Quite true, I'd forgotten the B&O used to run to Jersey City on the CNJ as well.

With all the 'roads that came through Bound Brook was quite the spot for New Jersey railfans, lot's of action there in those days.  I understand it's still a pretty good place to watch trains.  CSX, NS, and Jersey Transit action there now.

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Posted by Mjorstad on Sunday, February 24, 2019 9:08 PM

Flintlock76

Simply put, the Reading had trackage rights (freight and passenger) on the CNJ from Bound Brook (in NJ) east to Jersey City.  The CNJ had trackage rights on the Reading from Bound Brook to as far as Reading in PA.  

The Reading also connected with the CNJ in the Bethlehem PA area. Some Reading freights may have run into NJ from there, I don't think any passenger trains did, but I'm not really sure on that.

I don't believe they shared power all that often in the steam era, but it became common for the Reading to loan power to the CNJ during the diesel era.  That was also the time when the CNJ was really having money troubles. 

The Reading was a majority stockholder and de facto owner of the CNJ up until 1944, after that the CNJ became autonomous.  It's also the time the CNJ adopted the "Statue of Liberty" herald.  What's on the side of a CNJ tender is a pretty good way of dating the film you're looking at.  Prior to 1944 the CNJ tenders were marked "C. R. R. of N. J." with Reading style lettering.  

 

 
Perfect, this is the exact info I was looking for.  Thank you so much!
 
I will ask, do you happen to know what kind of power was used over/assigned to each RR’s trackage rights?
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Posted by Flintlock76 on Sunday, February 24, 2019 10:02 PM

You're welcom Mjorstad!

As far as power-specifics I can only give some general examples.  In the steam era CNJ power ran on Reading lines to Reading, Harrisburg, (I just found that one out) and freights ran on Reading tracks down to Philadelphia.  In the late steam era the locomotives used by the CNJ would have been Mikados on the freights and Pacifics on the passenger trains.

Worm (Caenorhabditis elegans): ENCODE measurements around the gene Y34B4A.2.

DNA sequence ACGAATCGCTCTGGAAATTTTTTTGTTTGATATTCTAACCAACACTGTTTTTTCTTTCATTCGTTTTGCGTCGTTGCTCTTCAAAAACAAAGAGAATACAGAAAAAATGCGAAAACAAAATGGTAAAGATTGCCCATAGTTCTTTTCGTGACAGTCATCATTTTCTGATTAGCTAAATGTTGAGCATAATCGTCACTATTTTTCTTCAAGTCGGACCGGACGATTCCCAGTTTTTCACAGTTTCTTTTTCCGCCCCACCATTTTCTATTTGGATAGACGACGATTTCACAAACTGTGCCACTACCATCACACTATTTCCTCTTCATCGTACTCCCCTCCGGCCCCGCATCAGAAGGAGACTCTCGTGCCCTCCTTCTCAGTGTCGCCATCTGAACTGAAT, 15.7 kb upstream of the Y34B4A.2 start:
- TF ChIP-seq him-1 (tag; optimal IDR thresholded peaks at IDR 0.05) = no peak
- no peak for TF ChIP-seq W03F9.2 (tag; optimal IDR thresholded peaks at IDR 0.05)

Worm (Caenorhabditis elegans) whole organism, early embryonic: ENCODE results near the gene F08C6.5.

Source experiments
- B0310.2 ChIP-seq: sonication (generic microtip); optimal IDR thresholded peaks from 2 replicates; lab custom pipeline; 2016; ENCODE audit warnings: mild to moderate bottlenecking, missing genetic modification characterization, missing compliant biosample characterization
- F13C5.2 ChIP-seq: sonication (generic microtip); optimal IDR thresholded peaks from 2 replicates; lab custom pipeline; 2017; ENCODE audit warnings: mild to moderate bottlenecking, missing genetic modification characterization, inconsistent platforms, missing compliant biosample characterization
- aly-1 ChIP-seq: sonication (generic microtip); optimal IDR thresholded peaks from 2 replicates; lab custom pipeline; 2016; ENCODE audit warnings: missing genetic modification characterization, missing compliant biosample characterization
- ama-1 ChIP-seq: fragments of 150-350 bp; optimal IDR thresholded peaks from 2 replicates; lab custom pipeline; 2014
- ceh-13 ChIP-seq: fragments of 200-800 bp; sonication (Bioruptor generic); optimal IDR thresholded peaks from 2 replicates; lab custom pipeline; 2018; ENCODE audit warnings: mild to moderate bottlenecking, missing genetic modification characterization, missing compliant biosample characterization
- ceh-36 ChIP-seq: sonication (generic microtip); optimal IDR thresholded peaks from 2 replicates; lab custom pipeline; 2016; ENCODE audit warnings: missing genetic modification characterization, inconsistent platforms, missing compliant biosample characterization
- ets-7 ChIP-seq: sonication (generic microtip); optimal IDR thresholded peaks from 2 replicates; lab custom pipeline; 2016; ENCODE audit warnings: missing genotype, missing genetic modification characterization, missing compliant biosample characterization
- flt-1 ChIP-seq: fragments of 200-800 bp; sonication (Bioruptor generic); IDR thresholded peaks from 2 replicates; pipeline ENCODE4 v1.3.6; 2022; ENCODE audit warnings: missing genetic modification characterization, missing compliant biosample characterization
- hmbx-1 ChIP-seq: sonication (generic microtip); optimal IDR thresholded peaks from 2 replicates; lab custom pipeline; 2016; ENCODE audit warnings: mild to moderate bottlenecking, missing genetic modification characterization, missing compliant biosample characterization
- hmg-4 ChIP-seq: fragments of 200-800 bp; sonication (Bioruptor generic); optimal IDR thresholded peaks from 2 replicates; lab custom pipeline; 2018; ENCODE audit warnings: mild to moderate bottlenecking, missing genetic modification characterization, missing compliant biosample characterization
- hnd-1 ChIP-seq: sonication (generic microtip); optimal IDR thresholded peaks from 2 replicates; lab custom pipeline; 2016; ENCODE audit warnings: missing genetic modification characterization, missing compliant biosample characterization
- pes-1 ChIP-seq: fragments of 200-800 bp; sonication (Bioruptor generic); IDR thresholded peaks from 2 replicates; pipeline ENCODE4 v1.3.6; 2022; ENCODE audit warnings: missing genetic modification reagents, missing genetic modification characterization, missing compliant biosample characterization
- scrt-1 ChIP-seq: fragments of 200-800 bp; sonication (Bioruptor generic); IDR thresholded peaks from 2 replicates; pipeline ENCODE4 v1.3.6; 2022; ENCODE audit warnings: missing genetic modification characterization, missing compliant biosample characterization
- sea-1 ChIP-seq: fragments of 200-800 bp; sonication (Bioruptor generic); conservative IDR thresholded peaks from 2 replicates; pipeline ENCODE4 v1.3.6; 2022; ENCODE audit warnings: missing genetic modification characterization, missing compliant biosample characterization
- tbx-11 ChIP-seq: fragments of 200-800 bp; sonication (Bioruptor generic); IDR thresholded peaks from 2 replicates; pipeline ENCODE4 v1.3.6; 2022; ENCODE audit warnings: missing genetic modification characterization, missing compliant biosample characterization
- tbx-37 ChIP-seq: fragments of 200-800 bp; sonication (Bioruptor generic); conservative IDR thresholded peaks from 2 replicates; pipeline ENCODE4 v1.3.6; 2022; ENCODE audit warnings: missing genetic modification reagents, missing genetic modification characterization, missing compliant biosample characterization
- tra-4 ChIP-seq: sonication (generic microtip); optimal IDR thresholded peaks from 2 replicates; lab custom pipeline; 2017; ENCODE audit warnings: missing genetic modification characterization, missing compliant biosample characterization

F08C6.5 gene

The Reading (and B&O) ran Pacifics on their passenger trains to Jersey City, and the Reading also ran their T-1 4-8-4's on freights to the CNJ's New Jersey tracks as well.  

The CNJ was famous for running Camelback steam locomotives right into the early '50s, but I don't think they left New Jersey at all.

The Reading and the CNJ loaned each other steam engines but I think it was more the exception than the rule, pretty much on an "as needed" basis.

As far as the diesel era is concerned you might see anyone's power anywhere. 

If you're really interested in the CNJ let me recommend a couple of great videos, put out by John Pechulis Media.  "Along The Jersey Central, Volume 1, Jersey to Jim Thorpe."  Films shown are from the late '40s to the early '60s.  Volume 2 are CNJ operations in the Jersey City and Elizabethport areas in the early '60s.  Plenty of diesel action in that one, CNJ diesels and various other railroads.

Film quality is superb!  The only negative critisism I have is the narrator of Volume 1.  It's narrated by former railroader Mike Bednar, who knows his stuff (and how!) but doesn't have much of a speaking voice, but I find if you pretend he's in the room BS-ing with you it's ok.

www.johnpmedia.com